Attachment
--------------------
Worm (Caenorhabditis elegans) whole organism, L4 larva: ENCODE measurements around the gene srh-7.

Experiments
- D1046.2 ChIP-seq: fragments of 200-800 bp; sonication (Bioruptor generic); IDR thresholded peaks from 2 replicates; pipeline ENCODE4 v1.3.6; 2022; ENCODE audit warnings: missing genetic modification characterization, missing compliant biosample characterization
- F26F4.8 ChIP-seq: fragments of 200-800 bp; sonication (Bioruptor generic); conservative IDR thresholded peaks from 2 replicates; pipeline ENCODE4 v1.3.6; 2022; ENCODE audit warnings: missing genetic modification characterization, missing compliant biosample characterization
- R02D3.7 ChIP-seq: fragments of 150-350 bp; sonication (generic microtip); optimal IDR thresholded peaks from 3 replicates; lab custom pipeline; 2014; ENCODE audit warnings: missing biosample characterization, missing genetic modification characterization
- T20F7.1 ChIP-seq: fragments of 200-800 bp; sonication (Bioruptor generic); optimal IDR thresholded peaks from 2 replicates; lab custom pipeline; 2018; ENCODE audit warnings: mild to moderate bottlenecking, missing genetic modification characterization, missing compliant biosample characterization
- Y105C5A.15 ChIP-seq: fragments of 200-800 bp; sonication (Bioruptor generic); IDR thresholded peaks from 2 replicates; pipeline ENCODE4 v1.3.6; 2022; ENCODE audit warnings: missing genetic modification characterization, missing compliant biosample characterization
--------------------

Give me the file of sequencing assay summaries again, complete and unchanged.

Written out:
Worm (Caenorhabditis elegans) whole organism, L4 larva: ENCODE measurements around the gene srh-7.

Experiments
- D1046.2 ChIP-seq: fragments of 200-800 bp; sonication (Bioruptor generic); IDR thresholded peaks from 2 replicates; pipeline ENCODE4 v1.3.6; 2022; ENCODE audit warnings: missing genetic modification characterization, missing compliant biosample characterization
- F26F4.8 ChIP-seq: fragments of 200-800 bp; sonication (Bioruptor generic); conservative IDR thresholded peaks from 2 replicates; pipeline ENCODE4 v1.3.6; 2022; ENCODE audit warnings: missing genetic modification characterization, missing compliant biosample characterization
- R02D3.7 ChIP-seq: fragments of 150-350 bp; sonication (generic microtip); optimal IDR thresholded peaks from 3 replicates; lab custom pipeline; 2014; ENCODE audit warnings: missing biosample characterization, missing genetic modification characterization
- T20F7.1 ChIP-seq: fragments of 200-800 bp; sonication (Bioruptor generic); optimal IDR thresholded peaks from 2 replicates; lab custom pipeline; 2018; ENCODE audit warnings: mild to moderate bottlenecking, missing genetic modification characterization, missing compliant biosample characterization
- Y105C5A.15 ChIP-seq: fragments of 200-800 bp; sonication (Bioruptor generic); IDR thresholded peaks from 2 replicates; pipeline ENCODE4 v1.3.6; 2022; ENCODE audit warnings: missing genetic modification characterization, missing compliant biosample characterization